Abstract Title

Session S-03E: Kelp Restoration

Keywords

Habitat

Start Date

30-4-2014 3:30 PM

End Date

30-4-2014 5:00 PM

Description

Bull kelp, Nereocystis luetkeana, has declined sharply in recent decades in central Strait of Georgia (Salish Sea) due to factors that are not well understood. The Nile Creek Enhancement Society started a project in 2011 to study local ocean conditions at a natural kelp bed (south Denman I.) and at a restoration site (Maude Reef, Hornby I.) where culture techniques are being applied to re-establish bull kelp. The project was funded by Pacific Salmon Foundation initially, with volunteer involvement from Hornby Island Diving, support from Conservancy Hornby Island, and collaboration with Bamfield Marine Sciences Centre, Vancouver Island University Deep Bay Station and the Save the Kelp project of Gabriola Island. A kelp culture grid was installed at Maude Reef and two years of work on kelp growout and monitoring of the restoration site in comparison with the natural kelp bed has been completed. Diver observations and results of temperature and light intensity measurements at two depths at each site will be presented and discussed.

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Apr 30th, 3:30 PM Apr 30th, 5:00 PM

Bull Kelp Restoration Project at Hornby Island, BC, Canada

Room 613-614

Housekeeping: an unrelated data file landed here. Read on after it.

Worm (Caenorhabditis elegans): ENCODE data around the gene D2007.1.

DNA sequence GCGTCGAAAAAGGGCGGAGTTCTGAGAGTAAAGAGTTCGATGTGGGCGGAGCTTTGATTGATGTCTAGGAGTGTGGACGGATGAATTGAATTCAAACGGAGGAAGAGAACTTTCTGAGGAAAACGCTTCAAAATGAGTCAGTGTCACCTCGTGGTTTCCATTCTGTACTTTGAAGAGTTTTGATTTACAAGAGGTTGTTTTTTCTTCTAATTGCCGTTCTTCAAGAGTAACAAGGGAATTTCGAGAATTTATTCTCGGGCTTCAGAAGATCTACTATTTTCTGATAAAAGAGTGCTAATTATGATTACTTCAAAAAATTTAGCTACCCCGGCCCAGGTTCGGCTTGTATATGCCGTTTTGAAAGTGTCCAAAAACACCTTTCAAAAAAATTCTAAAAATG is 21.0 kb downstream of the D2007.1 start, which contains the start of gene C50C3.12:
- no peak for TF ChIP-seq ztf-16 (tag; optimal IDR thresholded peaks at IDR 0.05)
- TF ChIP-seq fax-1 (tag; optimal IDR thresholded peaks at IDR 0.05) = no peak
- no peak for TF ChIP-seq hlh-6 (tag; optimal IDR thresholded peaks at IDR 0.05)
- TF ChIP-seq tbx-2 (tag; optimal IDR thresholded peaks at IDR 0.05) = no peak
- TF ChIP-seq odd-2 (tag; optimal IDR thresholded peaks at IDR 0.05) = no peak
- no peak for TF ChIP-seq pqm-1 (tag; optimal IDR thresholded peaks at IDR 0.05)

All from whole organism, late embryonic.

Bull kelp, Nereocystis luetkeana, has declined sharply in recent decades in central Strait of Georgia (Salish Sea) due to factors that are not well understood. The Nile Creek Enhancement Society started a project in 2011 to study local ocean conditions at a natural kelp bed (south Denman I.) and at a restoration site (Maude Reef, Hornby I.) where culture techniques are being applied to re-establish bull kelp. The project was funded by Pacific Salmon Foundation initially, with volunteer involvement from Hornby Island Diving, support from Conservancy Hornby Island, and collaboration with Bamfield Marine Sciences Centre, Vancouver Island University Deep Bay Station and the Save the Kelp project of Gabriola Island. A kelp culture grid was installed at Maude Reef and two years of work on kelp growout and monitoring of the restoration site in comparison with the natural kelp bed has been completed. Diver observations and results of temperature and light intensity measurements at two depths at each site will be presented and discussed.